smaller shops with outsourced network hosting and dynamic IP addresses.
Someone noted that the diagram shows client -> agent communication, and
asked whether the picture is the same in reverse. Andy says yes.
Someone noted that the current Hyades RAC uses shared memory to
communicate with agents, and would the new system be able to do that? Andy
says it's been considered, but he hasn't got anything specified.
Andy mentioned that there is talk of specifying an agent-to-agent
communication path as well.
Allan asked whether this system includes client-to-HCE communication for
querying the HCE itself, its capabilities, and the agents it knows of.
Answer: yes, already in the doc. Also, page 9 has the Agent Management
Interface with commands for starting agents.
Someone brought up the reference counting of agents. They suggested that
some agents, once started, don't want to be stopped when the last client
disconnects. Once a monitoring agent starts, future clients might benefit
from historical data that's collected during the time that no client is
attached. We thought of two ways for an agent to achieve this: one is to
have a flag in metadata saying "don't reference count me; never kill me"
and the other is to have the agent acquire a reference to itself, so the
count never goes to zero. The metadata approach has the virtues of being
explicit and discoverable by clients, and of having the implementation in
the HCE so it's shared. But it has the disadvantage of being static: it
doesn't let an agent decide dynamically, based on current circumstances,
whether it should stick around. We'll probably end up with both: something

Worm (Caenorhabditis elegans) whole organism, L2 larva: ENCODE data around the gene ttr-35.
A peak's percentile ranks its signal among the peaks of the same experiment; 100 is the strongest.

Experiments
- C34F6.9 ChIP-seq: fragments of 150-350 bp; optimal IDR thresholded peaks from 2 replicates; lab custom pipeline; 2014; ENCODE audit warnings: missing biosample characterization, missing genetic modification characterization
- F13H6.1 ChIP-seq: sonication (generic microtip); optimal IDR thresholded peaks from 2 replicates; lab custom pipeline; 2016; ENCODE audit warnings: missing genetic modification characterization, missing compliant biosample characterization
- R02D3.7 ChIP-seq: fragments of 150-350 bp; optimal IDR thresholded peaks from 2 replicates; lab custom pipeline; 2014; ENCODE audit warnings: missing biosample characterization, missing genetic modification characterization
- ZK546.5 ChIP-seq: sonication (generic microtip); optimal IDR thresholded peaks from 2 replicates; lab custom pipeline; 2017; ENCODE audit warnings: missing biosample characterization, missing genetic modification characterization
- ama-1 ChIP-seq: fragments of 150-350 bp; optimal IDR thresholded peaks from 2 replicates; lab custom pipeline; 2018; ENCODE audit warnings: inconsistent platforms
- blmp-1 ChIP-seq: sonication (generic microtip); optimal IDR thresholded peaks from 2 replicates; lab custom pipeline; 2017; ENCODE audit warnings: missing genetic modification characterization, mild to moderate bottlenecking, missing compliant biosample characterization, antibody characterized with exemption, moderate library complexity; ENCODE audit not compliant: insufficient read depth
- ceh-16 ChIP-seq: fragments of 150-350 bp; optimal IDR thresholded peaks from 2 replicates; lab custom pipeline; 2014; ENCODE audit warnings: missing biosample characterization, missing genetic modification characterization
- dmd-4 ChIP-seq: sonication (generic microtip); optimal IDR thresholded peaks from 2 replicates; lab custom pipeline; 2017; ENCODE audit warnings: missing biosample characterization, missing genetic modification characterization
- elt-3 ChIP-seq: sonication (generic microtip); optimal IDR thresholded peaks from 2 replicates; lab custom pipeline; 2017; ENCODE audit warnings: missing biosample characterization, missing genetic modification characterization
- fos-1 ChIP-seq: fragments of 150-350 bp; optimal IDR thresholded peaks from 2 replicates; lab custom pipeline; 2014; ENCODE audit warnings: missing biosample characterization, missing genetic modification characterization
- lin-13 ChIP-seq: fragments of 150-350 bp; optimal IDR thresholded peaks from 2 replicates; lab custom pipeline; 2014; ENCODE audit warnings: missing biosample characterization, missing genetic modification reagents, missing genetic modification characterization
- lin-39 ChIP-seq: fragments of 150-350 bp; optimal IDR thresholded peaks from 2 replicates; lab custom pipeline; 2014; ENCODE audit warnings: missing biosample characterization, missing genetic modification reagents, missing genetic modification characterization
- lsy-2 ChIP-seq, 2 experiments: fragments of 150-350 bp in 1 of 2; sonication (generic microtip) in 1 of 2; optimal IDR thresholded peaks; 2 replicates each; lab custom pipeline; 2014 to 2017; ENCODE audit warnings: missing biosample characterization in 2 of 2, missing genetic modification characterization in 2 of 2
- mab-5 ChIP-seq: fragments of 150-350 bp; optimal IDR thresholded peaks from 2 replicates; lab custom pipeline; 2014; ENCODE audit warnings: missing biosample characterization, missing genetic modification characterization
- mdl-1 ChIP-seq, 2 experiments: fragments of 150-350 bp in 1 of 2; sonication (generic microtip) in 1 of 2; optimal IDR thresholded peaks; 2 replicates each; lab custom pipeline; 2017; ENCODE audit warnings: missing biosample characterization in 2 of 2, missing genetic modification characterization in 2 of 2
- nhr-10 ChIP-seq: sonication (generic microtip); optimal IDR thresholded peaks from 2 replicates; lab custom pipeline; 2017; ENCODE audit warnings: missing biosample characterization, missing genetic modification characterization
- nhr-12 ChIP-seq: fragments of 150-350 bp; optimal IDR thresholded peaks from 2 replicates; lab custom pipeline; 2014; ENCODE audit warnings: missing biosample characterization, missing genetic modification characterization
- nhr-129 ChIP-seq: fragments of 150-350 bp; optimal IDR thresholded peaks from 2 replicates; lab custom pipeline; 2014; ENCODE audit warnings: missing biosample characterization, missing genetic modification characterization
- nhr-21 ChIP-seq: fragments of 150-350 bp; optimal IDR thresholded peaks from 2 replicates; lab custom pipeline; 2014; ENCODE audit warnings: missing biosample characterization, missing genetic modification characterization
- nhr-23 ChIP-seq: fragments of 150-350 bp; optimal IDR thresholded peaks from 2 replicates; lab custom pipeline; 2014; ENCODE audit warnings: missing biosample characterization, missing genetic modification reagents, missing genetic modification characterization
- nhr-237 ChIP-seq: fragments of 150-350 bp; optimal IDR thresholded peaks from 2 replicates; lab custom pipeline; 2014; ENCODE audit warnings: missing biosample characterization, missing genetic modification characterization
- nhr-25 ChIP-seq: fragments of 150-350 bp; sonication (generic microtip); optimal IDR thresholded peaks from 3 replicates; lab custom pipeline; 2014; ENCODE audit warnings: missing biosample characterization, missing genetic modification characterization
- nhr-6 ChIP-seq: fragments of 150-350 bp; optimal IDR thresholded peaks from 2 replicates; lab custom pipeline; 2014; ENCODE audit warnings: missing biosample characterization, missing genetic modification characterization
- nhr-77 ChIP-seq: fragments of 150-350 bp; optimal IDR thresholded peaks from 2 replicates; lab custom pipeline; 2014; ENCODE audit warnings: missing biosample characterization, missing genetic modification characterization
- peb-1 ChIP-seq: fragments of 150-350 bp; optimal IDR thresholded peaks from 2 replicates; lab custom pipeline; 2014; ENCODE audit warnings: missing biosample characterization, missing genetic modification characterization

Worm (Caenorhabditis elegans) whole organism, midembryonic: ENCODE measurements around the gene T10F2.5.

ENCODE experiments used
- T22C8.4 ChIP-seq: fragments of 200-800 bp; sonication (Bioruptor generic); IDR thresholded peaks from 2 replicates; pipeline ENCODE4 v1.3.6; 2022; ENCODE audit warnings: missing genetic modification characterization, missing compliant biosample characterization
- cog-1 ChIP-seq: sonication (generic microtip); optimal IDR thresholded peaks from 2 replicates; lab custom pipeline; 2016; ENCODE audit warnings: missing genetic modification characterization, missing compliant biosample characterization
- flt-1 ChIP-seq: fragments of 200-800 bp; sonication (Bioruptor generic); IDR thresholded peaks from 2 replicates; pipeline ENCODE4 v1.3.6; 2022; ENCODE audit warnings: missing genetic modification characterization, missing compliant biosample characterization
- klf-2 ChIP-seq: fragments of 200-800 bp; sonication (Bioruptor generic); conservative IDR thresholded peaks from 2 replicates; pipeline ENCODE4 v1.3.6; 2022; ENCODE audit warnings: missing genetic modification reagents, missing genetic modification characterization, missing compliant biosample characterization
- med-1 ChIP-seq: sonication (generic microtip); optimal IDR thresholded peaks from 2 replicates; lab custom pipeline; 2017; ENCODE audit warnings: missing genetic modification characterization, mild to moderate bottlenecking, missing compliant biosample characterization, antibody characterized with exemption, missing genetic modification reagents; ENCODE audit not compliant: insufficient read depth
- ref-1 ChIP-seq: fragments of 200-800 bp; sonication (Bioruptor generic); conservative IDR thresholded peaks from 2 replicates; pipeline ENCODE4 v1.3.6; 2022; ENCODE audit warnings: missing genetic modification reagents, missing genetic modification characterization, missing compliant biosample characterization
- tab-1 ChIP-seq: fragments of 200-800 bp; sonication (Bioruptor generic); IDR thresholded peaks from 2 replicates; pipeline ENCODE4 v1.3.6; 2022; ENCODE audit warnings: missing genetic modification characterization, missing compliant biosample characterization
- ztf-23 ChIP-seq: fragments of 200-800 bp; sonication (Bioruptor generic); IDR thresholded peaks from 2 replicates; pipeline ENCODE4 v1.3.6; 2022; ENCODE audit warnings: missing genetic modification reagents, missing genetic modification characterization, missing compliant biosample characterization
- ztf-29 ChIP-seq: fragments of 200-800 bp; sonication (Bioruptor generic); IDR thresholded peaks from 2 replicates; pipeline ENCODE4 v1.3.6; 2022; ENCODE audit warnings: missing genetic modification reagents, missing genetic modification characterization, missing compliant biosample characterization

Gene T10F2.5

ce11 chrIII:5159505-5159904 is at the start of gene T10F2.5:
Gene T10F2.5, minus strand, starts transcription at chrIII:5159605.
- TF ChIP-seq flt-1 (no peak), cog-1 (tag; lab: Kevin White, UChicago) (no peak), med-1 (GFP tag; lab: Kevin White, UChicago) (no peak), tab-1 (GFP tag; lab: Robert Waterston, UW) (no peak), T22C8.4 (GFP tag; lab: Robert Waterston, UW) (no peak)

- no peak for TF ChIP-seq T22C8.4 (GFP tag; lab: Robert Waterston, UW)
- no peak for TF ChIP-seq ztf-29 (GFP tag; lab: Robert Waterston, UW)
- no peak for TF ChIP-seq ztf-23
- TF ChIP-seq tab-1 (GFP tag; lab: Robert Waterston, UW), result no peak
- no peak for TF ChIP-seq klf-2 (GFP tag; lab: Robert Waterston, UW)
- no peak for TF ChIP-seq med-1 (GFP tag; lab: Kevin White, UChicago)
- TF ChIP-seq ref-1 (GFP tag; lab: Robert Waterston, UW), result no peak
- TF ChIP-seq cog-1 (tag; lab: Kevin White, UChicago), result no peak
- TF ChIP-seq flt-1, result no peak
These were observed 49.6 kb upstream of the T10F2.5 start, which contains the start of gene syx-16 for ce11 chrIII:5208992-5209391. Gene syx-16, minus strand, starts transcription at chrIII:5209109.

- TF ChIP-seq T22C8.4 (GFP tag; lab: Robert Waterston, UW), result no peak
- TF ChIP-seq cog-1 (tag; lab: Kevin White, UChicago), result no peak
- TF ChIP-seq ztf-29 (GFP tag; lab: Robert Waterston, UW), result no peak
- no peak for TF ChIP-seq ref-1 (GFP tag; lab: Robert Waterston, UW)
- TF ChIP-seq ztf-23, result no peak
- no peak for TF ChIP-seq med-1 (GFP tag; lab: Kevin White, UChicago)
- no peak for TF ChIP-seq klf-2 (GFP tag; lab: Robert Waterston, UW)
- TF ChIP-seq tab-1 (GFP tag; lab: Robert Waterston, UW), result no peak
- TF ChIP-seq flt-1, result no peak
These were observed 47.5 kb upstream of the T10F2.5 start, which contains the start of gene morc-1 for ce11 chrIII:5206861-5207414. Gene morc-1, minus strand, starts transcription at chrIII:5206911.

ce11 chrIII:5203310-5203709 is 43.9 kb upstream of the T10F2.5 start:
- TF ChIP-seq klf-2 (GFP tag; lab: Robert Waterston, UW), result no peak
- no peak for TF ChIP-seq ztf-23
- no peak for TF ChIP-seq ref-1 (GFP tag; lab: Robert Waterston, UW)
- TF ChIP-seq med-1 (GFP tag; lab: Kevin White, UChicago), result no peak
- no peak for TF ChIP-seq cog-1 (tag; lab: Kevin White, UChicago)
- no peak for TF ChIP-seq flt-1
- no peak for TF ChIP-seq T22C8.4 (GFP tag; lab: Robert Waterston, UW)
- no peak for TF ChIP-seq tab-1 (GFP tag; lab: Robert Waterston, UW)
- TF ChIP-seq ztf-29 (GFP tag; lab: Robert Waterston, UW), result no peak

in the metadata which flags those agents which ALWAYS want to be
persistent, and something in the spec that says an agent can get a
reference to itself to defeat the reference counting. By mentioning this
sort of thing in the document, we help lead implementers to consistent
solutions to common problems.
Allan brought up the topic of agents which can't exist in isolation, those
which can only exist as part of a target process being observed. He thinks
it should be possible to express this relationship in the metadata, so a
client that doesn't have private knowledge of the agent can still start
and use it successfully. He will draft a document describing the four or
five types of such agents for the team's consideration. Briefly, they are:
the JVMPI / JVMTI approach (special command line options), the .Net
approach (special environment variables), A "wrapper command" (instead of
"myproc" you run "monitor myproc"), and an agent which starts and runs
separately but then is instructed what process to watch.
Andy noted that the HCE protocol document doesn't talk about the agent
that knows how to start processes. He said he had a preliminary draft but
it's known to have holes and errors; people asked for it anyway, since
this is sure to be a central part of the system and needs early
-- Allan Pratt, apratt@xxxxxxxxxx
Rational software division of IBM